Photoshop? Elements? Lightroom? David Asch helps you choose

If you have just started to get into the world of editing photos, you may scratching your head when it comes to software choices.  Why is Photoshop so much more than Elements?  Where does Lightroom fit in?

Adobe photo editing guru, David Asch, agreed to a Q&A to help us all out.

Most people assume that Photoshop is for pro togs and Elements is for amateur photographers.  Do you think this is true?
Yes, that is true but only by design. Often, people will go to Photoshop because they think they have to. Despite its similar range of tools, Elements is sold as a consumer product and is rarely considered by serious photographers. I think it’s fair to say that there are a lot of amateur photographers using Photoshop when Elements would be more than capable of doing the same job. I don’t think Photoshop is as much of a requirement in the photographer’s workflow as it once was; Lightroom can handle the adjustment side of of digital photography; it’s the same as Camera Raw, which is generally the first stage of the workflow in Photoshop. Any other editing such as repair work on the photo can be carried out in Elements, it shares most of Photoshop’s toolset in that respect.
You are an expert at both softwares.  When do you find yourself using Photoshop and when do you find yourself using Elements? 
That’s a good question and I will be candid in saying that, aside from the beta testing and the books I write, I use Photoshop a lot more than Elements. This is not because it isn’t of use to me, far from it, it’s because my work often involves more graphic design oriented work, where Photoshop’s advanced features are essential. Much of what I do is achievable in Elements but there is a point where it simply becomes impractical.
OK, so let’s talk pricing.  Elements is about $80 as a one-time license fee and Photoshop (now in CC!) is $20 per month ($240 per year).  What are some of the key features Photoshop offers that Elements does not?  
As far as photographers are concerned, I would say the difference in features is minimal; it does, of course, depend on the level of the photographer as well. You can’t address individual colour channels in Elements, so many of the targeted colour adjustments such as Color Balance and full Black and White conversion aren’t available. Elements also lacks features like HDR toning, editable Smart Objects and Smart Filters. Both Photoshop and Elements have Adobe Camera Raw; Elements has a more basic version but it still has the essentials. Elements lacks true 16 bit image support, it can open them but only as a single layer, which means the editing process is fairly restricted. New features in Photoshop such as the Adaptive Wide Angle correction and the much-anticipated Shake Reduction filter that’s making its debut in Photoshop CC are not available in Elements but that’s not to say they won’t ever make an appearance in future releases.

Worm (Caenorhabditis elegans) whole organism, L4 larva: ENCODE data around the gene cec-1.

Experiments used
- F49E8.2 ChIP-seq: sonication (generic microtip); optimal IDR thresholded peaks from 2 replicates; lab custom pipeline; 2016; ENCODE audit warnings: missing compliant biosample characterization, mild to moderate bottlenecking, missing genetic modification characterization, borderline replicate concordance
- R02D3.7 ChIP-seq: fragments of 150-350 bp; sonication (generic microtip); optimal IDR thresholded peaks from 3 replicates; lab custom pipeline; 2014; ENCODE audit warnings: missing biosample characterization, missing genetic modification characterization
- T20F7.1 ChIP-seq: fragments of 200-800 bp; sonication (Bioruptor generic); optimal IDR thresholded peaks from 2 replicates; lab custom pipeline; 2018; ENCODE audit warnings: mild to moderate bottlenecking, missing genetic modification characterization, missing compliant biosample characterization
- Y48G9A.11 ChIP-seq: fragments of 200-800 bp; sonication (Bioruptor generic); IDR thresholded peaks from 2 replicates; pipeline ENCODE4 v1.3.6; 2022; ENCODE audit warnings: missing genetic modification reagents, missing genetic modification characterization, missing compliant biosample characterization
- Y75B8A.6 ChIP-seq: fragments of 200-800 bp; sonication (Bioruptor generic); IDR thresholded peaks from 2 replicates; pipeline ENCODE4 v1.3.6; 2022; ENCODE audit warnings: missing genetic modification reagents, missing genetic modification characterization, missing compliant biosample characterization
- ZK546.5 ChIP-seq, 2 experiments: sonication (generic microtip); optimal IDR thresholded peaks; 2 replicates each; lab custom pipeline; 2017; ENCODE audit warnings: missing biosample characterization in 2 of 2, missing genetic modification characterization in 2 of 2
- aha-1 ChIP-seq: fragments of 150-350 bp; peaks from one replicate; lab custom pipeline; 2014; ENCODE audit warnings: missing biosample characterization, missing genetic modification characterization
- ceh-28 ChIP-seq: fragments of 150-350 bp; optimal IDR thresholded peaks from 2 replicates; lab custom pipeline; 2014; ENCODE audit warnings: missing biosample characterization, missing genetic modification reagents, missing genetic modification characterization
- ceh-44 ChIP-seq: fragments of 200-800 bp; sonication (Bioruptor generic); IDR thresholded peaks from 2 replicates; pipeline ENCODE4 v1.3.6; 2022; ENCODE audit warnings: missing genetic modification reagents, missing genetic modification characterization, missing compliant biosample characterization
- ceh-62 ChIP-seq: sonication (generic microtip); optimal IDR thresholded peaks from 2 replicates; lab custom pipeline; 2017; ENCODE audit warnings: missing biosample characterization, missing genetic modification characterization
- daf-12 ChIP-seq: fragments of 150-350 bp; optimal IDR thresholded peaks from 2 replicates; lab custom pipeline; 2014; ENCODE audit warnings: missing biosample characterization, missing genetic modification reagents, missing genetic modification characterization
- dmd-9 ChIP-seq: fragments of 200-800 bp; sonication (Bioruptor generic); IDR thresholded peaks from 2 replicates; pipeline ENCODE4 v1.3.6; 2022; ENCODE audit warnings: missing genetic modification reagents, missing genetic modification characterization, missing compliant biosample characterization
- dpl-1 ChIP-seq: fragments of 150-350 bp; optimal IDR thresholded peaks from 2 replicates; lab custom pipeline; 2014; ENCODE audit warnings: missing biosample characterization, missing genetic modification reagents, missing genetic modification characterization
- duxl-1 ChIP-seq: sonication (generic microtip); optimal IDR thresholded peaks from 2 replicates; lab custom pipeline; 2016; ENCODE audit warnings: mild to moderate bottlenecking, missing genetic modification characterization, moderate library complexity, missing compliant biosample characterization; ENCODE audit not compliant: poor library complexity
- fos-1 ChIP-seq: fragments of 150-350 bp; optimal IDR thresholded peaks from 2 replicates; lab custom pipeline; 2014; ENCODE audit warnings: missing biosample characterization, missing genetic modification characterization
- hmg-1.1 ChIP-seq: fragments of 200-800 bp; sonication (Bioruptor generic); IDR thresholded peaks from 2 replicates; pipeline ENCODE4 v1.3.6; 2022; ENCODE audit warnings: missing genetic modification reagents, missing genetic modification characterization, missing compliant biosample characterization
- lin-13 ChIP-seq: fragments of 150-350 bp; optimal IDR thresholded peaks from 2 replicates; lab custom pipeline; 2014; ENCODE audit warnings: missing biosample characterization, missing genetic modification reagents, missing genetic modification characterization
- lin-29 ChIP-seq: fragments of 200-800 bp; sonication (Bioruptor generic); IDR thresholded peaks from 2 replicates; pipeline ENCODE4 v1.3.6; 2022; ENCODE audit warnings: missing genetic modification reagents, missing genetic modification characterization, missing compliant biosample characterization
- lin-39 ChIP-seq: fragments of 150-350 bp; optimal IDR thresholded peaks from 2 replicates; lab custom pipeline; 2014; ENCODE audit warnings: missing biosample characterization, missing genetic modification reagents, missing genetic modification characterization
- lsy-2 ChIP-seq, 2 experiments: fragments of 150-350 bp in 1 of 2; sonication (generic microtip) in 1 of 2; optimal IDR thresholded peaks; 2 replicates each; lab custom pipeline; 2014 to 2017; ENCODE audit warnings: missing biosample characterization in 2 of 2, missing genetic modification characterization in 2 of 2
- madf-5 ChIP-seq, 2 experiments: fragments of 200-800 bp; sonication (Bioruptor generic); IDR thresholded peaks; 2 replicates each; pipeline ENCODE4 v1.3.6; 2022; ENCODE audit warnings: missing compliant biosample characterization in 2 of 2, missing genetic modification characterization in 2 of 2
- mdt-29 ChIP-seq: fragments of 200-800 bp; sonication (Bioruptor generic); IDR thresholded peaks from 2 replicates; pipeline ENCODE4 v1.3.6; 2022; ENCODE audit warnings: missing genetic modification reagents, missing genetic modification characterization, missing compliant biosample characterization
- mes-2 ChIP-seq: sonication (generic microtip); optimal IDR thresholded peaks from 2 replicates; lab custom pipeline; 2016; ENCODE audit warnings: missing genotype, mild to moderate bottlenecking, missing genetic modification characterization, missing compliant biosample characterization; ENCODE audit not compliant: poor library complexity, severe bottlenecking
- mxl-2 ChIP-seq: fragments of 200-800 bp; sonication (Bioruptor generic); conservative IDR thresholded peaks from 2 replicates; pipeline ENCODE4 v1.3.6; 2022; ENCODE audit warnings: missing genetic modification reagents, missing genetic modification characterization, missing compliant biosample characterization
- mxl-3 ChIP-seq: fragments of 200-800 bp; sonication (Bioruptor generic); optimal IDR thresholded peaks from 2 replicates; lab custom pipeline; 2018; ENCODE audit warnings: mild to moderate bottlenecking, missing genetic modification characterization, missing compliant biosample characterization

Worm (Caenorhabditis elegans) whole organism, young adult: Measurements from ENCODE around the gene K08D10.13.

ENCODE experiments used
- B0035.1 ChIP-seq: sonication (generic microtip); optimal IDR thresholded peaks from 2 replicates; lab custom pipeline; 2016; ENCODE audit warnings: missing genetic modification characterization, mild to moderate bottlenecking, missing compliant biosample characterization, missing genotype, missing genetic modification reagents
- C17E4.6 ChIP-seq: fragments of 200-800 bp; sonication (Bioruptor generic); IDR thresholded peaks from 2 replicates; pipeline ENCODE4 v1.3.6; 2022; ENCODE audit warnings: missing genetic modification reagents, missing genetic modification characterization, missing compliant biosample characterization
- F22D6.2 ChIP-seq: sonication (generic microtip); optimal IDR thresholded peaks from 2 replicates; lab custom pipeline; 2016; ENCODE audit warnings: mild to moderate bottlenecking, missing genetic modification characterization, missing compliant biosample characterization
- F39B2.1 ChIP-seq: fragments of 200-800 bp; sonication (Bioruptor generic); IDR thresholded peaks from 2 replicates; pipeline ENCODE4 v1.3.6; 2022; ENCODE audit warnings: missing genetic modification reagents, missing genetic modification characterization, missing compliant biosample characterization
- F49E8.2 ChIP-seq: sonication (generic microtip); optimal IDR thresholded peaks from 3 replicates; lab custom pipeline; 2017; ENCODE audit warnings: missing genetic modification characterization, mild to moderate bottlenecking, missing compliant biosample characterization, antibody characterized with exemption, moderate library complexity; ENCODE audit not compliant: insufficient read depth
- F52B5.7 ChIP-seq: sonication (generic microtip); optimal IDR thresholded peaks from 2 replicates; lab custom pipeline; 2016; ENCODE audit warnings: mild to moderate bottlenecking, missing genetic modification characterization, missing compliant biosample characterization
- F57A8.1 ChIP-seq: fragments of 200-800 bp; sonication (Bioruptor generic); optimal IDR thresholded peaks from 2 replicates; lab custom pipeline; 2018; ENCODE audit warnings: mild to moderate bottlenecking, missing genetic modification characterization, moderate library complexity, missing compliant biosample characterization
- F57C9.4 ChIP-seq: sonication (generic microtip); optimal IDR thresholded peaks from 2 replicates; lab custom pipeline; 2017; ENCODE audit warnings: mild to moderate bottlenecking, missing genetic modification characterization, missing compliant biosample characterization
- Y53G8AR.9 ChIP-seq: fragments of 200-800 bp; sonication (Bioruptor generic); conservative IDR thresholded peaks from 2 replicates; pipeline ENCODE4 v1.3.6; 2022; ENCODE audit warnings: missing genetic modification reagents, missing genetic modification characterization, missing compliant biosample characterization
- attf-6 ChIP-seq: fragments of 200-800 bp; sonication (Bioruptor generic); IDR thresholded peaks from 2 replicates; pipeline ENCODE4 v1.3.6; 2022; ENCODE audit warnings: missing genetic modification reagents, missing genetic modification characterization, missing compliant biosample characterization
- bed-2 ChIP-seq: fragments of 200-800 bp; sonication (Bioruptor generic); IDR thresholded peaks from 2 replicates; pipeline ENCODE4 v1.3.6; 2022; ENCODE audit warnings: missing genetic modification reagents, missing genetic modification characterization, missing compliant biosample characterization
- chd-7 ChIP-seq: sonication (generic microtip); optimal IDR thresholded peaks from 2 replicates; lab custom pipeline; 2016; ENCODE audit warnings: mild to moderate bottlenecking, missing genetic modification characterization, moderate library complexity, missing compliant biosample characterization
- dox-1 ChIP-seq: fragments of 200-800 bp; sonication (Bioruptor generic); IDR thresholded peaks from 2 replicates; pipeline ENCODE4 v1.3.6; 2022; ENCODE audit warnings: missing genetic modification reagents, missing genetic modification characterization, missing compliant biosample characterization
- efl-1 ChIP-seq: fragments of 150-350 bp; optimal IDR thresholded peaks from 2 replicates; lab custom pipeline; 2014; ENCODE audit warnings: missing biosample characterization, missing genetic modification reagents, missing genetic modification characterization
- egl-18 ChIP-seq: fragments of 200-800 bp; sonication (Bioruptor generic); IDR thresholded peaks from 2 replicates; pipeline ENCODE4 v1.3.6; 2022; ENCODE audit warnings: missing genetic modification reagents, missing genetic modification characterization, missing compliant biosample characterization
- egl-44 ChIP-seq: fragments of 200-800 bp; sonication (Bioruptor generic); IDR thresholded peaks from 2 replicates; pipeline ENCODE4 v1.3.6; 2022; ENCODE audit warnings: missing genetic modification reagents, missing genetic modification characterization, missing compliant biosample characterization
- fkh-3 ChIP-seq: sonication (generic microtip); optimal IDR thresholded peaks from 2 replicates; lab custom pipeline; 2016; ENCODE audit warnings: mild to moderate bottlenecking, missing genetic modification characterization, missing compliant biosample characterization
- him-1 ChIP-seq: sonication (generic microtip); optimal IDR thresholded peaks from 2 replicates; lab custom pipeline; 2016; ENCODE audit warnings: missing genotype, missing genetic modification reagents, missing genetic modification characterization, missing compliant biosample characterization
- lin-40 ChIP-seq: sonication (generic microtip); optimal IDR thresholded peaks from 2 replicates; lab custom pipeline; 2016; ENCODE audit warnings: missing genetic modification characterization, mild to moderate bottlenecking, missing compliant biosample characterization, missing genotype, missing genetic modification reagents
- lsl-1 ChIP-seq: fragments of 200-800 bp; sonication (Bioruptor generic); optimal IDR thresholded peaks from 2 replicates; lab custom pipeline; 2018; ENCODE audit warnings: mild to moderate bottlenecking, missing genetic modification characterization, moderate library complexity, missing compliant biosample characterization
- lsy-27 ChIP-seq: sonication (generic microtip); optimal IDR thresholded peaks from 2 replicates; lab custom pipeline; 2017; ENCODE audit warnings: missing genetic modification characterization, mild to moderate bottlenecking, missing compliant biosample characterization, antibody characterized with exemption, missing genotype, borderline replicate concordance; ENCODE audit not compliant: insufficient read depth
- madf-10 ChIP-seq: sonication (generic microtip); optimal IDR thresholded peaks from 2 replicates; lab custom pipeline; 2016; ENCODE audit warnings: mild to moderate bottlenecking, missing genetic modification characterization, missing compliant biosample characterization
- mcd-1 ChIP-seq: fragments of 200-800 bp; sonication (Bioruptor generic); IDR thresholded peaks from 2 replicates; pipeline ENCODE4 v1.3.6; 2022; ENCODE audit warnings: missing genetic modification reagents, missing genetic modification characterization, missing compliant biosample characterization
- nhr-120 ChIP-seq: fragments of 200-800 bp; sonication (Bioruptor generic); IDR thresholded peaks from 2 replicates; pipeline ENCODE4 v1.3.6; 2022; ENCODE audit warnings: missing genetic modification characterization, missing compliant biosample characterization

So, if someone is aiming to break into the wedding photography business or portraiture business, do you think Elements is enough in terms of editing?  Will Elements cover the key adjustments that need to be made to professional photography (not graphics-related work)?
Yes, I would say that it’s possible to produce perfectly good results with Elements, particularly if you shoot in Raw; which, if you’re getting serious about photography, you should always be using as you are getting the most out of the image to begin with. Elements still has very limited support for 16 bit files but if most of your correction work is done to begin with, you can still do spot-correctional work afterward without adversely affecting the quality of the final image. Photographers managed perfectly well before Photoshop was capable of working exclusively in 16 bit and nobody complained about the quality of the images then.
Aside from the Photoshop vs. Elements debate, do you recommend Lightroom for users of each?  Are there any other softwares that you feel are useful to have or on par with these Adobe products?

Absolutely, yes. For most, Lightroom is a one-stop workflow solution. Especially with Lightroom 5′s new features such as freehand cloning and healing. Many photographers would now not have the need to do additional work in Photoshop or Elements.
There are some good alternatives, although I haven’t used them, so I can’t really comment on how they compare.
If you had to pick your favorite/go-to features of each software: Elements, Photoshop, and Lightroom, what would they be?

Elements has some very useful ‘guided’ features, two in particular are the Scene Cleaner, which lets you pick areas of similar photos in order to remove people from the shot and Style Match; a great way of transferring the colour and tones from one photo to another. It also has the Graphic Novel and Comic filters, which work incredibly well!
For Photoshop, it would have to be the completely non-destructive workflow (Smart Objects, filters, etc) and its 3D capabilities.
Lightroom is where most of my purely photographic work is done. I like having the live preset views so I can see how an effect is going to look before I apply it. Again, the fact that everything in Lightroom is non-destructive is a huge part of using it.
What is your final advice to an unsure photographer that is ready to consider a photo editing software?
Simple. Download the trial versions for each. They are available for 30 days, which, if you dedicate a little time, is enough to get a feel for the software. There’s a wealth of free information out there as well, so check out YouTube, and for some really great introductory tutorials.
David Asch is an Adobe Certified Expert in Photoshop CS6 and a pre-release tester for Elements. He is the author of several books and offers excellent tutorials on his site Twisting Pixels.  He is also a frequent contributor to and You can also find him on Facebook.
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